Veiligheidssituatie in Somaliland en Puntland


During the reporting period (1 January 2016 - 1 June 2017) security incidents took place in Puntland, Somaliland and the disputed territories. These incidents can be roughly subdivided into five categories: armed attacks and targeted killings, armed confrontation with al-Shabaab, violent actions by an ISIS offshoot (active in Puntland only), fighting between clan militias and armed confrontations between security services. The violence in the region sometimes causes civilian casualties and (temporary) displacement. According to several sources, all parties to the conflict commit serious crimes during combat operations and in the areas they control. 

Several sources state that the security situation in the areas controlled by Somaliland is stable. Fighting between Khatumo clans and militias sometimes causes civilian casualties.

Regarding Puntland, the latest report of the UN Monitoring Group mentions that the activity of the IS offshoot led by Mu’min together with al-Shabaab’s violent reaction to the presence of this offshoot have a strong impact on the security situation. During the reporting period Al-Shabaab carried out its first bomb attack against a hotel in the region and also conducted a striking amphibious assault. Al-Shabaab was more active in Puntland during the reporting period, according to several sources.

In the second half of 2016, several actions by the ISIS offshoot led by Mu’min were reported, the most important being the attack in November and December 2016 on the coastal town of Qandala, which they briefly occupied. This ISIS offshoot started as a very small group (30 men) but managed to attract many new recruits in the space of one year, according to several sources. By the end of May 2017, it carried out its first suicide attack in Bosaso, causing civil casualties.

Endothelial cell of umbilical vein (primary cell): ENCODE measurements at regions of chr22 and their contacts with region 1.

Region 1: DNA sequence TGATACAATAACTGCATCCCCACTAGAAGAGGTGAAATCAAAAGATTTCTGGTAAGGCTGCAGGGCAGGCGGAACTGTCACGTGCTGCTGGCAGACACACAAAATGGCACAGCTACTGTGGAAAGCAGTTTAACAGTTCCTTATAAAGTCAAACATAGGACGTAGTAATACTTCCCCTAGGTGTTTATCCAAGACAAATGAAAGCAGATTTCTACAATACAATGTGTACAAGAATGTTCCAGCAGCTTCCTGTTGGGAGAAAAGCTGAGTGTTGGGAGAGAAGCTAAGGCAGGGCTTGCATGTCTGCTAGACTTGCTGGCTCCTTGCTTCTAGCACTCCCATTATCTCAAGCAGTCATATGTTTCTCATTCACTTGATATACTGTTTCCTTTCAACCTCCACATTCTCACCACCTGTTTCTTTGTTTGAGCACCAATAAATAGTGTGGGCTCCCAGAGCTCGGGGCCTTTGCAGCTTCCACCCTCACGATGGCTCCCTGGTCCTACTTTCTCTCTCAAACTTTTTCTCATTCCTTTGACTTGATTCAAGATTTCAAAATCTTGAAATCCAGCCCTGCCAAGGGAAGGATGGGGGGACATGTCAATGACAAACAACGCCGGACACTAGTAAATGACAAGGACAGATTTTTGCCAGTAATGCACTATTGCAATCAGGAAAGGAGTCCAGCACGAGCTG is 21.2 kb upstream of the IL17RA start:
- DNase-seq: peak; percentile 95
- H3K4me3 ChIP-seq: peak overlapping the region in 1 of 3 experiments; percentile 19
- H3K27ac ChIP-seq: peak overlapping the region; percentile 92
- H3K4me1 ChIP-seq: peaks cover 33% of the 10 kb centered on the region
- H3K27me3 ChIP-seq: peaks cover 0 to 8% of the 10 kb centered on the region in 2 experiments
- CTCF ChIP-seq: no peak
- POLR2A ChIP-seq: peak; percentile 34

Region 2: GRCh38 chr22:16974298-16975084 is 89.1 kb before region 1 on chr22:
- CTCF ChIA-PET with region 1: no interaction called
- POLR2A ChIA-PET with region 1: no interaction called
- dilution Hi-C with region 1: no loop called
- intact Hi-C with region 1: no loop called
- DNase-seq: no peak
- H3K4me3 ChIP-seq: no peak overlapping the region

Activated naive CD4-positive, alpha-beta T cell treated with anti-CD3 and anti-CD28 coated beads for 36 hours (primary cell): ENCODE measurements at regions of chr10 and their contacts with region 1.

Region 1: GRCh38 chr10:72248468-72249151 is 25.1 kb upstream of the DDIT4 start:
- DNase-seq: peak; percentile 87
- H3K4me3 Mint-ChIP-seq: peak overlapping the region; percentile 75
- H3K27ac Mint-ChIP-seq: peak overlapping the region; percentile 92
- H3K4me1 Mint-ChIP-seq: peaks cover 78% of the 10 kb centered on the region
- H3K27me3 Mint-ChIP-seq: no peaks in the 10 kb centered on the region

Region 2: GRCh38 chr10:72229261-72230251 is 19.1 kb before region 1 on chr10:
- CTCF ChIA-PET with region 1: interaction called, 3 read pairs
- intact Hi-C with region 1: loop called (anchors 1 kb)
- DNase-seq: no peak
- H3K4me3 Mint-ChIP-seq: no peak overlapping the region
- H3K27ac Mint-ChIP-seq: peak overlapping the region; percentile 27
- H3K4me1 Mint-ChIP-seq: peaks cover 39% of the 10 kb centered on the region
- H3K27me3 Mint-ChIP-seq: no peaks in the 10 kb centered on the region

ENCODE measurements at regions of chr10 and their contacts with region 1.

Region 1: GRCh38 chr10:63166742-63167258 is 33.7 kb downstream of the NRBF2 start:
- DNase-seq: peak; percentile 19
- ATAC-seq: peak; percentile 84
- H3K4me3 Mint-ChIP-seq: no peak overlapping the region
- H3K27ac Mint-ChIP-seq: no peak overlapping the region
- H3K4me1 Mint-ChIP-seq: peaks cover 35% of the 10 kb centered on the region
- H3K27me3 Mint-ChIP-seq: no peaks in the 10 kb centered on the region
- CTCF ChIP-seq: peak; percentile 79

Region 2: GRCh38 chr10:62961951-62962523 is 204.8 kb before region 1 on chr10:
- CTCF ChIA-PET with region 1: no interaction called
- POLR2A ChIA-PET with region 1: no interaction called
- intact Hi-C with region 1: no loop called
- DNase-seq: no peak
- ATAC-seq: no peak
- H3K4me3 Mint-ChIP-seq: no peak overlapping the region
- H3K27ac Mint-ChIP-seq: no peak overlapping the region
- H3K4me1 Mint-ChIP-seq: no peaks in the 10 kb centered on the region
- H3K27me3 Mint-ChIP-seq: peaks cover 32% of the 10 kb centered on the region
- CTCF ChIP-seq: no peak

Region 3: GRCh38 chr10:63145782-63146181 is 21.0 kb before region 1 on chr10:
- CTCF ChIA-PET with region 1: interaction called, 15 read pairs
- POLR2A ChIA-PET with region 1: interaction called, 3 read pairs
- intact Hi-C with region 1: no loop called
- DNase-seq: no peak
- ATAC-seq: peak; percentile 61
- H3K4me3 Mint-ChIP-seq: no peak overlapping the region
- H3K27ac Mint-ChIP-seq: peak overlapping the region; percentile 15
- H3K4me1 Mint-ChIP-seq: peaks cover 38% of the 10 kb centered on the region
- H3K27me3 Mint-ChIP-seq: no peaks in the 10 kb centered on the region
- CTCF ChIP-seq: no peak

In the town of Galkayo, armed confrontations between Puntland and the GIA and clan militias caused a significant number of deaths during the reporting period. The fighting in Galkayo, which reached a peak in October and November 2016, caused a large number of people, including IDPs, to flee the town. According to HRW, both parties take little heed of civilians and their belongings. Since the conclusion of a truce in December 2016, open violence has decreased.

During the reporting period, several sources mentioned that the Puntland security services are seriously overstretched: they have to control the border with Central Somalia, keep under control the rebel clans in Sool and Sanaag, fight against armed groups in Galkayo (the GIA forces), fight in the Galgala Mountains against al-Shabaab and in Qandala against the Gallan militia.

Fighting between individuals or militias from different clans is causing civilian casualties in the disputed territories.

During the reporting period, armed violence (especially in Galkayo and during the brief capture of Qandala) and the worsening drought have caused population movements. In northern Somalia, the regions of Toghdeer, Sool and Sanaag are those worst hit by the drought.

Regarding conflict-related displacement, the UN Security Council noted a sharp increase in 2016, leading to concern for the security and protection of the IDPs, especially women and children.


After the fall of president Siad Barre in 1991, Somalia sank into chaos. Various authorities have taken power since then. Somaliland and Puntland became de facto states independent of Somalia in the 1990's. The general security situation in Somalia is largely determined by a long-term, ongoing, internal armed conflict which has resulted in many Somalis being uprooted or seeking refuge in other countries. In order to assess the need for international protection, the Commissioner General takes into account the fact that there are fundamental differences between the situations in Mogadishu, Central and Southern Somalia on the one hand, and the situation  in Somaliland and Puntland on the other.


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